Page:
Double-headed eagle

In heraldry and vexillology, the double-headed eagle (or double-eagle) is a charge associated with the concept of Empire. Most modern uses of the symbol are directly or indirectly associated with its use by the Byzantine Empire, whose use of it represented the Empire's dominion over the Near East and the West. The symbol is much older, and its original meaning is debated among scholars. The eagle has long been a symbol of power and dominion.

Emblem of the Ecumenical Patriarchate of Constantinople , entrance of the St. George's Cathedral, Istanbul
Russian imperial eagle, Saint Petersburg
Austrian imperial eagle, Ministry of War (Federal Ministry of Defence), Vienna

The double-headed eagle or double-eagle is a motif that appears in Mycenaean Greece and in the Ancient Near East, especially in Hittite iconography. It re-appeared during the High Middle Ages, from around the 10th or 11th centuries, and was notably used by the Byzantine Empire, but 11th or 12th century representations have also been found originating from Islamic Spain, France and the Serbian principality of Raška. From the 13th century onward, it became even more widespread, and was used by the Seljuk Sultanate of Rum and the Mamluk Sultanate within the Islamic world, and within the Christian world by the Holy Roman Empire, Serbia, several medieval Albanian noble families and Russia.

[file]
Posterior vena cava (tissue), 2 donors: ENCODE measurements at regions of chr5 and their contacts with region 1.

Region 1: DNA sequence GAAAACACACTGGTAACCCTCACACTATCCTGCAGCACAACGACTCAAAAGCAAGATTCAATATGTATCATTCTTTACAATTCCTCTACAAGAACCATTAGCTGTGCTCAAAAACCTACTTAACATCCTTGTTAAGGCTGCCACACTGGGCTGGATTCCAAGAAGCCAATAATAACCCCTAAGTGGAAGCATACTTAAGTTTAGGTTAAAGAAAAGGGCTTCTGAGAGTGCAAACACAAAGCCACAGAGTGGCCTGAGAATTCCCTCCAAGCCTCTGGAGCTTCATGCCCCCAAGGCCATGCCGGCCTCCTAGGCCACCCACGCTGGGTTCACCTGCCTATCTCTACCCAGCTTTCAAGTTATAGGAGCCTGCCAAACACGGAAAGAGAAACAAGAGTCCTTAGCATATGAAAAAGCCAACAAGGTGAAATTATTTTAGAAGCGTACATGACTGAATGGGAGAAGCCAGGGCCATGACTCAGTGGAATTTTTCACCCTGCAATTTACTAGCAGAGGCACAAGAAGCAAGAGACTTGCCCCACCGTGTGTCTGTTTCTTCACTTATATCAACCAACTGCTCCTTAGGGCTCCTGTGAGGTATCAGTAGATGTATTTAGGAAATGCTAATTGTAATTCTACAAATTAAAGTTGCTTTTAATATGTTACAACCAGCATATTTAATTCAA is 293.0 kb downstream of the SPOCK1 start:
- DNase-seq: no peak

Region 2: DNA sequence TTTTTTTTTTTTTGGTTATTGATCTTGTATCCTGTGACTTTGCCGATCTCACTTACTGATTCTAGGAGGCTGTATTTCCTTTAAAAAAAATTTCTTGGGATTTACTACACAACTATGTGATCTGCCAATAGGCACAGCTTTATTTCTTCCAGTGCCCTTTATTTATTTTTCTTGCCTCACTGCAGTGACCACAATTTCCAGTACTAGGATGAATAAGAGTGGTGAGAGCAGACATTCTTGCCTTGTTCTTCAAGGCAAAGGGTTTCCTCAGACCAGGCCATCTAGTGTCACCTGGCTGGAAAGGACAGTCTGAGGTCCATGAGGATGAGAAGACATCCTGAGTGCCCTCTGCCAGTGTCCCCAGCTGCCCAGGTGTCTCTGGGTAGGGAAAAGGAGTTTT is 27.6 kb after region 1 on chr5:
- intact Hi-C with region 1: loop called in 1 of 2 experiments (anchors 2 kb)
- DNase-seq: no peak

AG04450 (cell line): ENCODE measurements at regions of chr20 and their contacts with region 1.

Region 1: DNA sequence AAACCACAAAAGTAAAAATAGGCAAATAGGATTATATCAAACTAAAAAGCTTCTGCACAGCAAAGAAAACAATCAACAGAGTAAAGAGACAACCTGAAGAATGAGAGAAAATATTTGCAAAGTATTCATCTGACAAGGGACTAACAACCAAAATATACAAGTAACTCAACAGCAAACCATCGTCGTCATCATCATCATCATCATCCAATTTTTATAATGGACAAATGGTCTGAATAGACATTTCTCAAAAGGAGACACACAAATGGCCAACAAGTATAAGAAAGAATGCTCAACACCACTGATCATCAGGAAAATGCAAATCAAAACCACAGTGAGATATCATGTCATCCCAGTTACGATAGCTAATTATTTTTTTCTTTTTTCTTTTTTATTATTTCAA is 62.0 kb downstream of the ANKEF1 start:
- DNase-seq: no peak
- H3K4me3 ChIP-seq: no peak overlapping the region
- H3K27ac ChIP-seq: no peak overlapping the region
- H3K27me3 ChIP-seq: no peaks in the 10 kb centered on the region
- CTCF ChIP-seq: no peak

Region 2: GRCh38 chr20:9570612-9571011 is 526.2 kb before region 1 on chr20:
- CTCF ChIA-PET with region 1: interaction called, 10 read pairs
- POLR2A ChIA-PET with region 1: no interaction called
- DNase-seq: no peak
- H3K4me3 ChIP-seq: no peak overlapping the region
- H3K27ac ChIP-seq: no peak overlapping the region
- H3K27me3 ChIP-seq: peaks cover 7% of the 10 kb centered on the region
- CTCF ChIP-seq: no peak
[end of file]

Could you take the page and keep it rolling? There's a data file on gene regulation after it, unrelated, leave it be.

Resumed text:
Used in the Byzantine Empire as a dynastic emblem of the Palaiologoi, it was adopted during the Late Medieval to Early Modern period in the Holy Roman Empire on the one hand, and in Orthodox principalities (Serbia and Russia) on the other, representing an augmentation of the (single-headed) eagle or Aquila associated with the Roman Empire. In a few places, among them the Holy Roman Empire and Russia, the motif was further augmented to create the less prominent triple-headed eagle.